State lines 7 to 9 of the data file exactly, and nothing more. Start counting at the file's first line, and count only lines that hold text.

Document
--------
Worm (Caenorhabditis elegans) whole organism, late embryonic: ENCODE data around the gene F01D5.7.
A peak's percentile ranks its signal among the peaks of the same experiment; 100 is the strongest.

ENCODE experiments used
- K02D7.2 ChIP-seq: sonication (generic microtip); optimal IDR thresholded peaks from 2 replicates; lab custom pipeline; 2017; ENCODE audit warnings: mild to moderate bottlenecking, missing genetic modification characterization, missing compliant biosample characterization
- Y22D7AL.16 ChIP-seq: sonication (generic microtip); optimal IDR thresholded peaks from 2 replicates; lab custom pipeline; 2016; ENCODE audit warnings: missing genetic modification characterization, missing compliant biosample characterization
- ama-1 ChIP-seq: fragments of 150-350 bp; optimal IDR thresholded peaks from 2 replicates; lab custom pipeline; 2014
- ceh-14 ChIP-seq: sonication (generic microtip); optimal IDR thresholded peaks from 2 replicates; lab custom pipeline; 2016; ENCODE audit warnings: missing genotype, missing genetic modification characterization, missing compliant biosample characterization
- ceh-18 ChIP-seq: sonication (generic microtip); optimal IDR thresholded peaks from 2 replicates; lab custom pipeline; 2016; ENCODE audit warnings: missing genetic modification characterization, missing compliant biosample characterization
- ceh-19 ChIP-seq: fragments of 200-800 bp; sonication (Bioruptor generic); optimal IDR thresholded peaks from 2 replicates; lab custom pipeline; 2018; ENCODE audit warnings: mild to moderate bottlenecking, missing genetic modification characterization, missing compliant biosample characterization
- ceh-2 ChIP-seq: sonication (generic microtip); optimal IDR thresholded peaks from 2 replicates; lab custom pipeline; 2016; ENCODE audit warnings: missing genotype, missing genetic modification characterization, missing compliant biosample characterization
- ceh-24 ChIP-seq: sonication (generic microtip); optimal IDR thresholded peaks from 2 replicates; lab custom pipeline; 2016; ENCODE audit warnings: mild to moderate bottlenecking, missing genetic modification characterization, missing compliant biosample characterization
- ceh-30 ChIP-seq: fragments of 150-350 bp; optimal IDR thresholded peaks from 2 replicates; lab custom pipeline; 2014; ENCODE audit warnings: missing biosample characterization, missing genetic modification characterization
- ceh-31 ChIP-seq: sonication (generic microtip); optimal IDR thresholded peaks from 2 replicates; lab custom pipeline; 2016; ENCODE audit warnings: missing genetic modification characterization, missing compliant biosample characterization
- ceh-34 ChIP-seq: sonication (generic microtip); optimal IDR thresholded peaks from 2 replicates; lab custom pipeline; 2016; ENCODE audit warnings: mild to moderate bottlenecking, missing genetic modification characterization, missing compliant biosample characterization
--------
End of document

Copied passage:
- ceh-14 ChIP-seq: sonication (generic microtip); optimal IDR thresholded peaks from 2 replicates; lab custom pipeline; 2016; ENCODE audit warnings: missing genotype, missing genetic modification characterization, missing compliant biosample characterization
- ceh-18 ChIP-seq: sonication (generic microtip); optimal IDR thresholded peaks from 2 replicates; lab custom pipeline; 2016; ENCODE audit warnings: missing genetic modification characterization, missing compliant biosample characterization
- ceh-19 ChIP-seq: fragments of 200-800 bp; sonication (Bioruptor generic); optimal IDR thresholded peaks from 2 replicates; lab custom pipeline; 2018; ENCODE audit warnings: mild to moderate bottlenecking, missing genetic modification characterization, missing compliant biosample characterization